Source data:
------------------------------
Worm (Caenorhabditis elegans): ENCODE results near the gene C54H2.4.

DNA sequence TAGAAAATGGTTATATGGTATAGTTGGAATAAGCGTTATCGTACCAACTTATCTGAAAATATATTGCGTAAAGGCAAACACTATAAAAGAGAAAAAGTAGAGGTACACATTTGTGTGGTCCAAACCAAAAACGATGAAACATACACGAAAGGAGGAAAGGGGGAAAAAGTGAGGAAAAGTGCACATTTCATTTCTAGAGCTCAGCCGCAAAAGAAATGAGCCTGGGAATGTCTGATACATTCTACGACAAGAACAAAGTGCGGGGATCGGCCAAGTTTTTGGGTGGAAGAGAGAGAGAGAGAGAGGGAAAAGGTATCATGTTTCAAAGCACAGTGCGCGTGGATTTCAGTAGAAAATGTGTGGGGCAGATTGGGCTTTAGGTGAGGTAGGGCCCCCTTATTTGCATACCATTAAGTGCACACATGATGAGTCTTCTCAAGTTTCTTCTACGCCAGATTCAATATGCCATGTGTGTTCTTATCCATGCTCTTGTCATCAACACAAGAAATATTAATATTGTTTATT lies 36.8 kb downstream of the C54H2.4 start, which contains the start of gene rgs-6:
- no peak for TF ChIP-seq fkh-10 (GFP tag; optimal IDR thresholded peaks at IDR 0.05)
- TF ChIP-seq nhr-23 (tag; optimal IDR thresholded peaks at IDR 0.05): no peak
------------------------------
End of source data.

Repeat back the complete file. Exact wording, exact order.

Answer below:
Worm (Caenorhabditis elegans): ENCODE results near the gene C54H2.4.

DNA sequence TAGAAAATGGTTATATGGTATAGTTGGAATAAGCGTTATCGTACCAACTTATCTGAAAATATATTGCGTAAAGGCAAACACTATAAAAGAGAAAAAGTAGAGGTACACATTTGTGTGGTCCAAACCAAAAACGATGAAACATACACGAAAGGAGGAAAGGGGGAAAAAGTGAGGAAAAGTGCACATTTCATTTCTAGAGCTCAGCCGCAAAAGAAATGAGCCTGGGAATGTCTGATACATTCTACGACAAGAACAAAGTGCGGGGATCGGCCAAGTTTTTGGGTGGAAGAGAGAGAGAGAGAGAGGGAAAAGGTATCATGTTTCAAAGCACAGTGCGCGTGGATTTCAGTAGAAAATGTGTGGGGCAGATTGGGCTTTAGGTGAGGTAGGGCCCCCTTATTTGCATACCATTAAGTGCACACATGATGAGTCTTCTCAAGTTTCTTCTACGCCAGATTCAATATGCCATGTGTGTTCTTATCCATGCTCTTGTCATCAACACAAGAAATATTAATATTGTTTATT lies 36.8 kb downstream of the C54H2.4 start, which contains the start of gene rgs-6:
- no peak for TF ChIP-seq fkh-10 (GFP tag; optimal IDR thresholded peaks at IDR 0.05)
- TF ChIP-seq nhr-23 (tag; optimal IDR thresholded peaks at IDR 0.05): no peak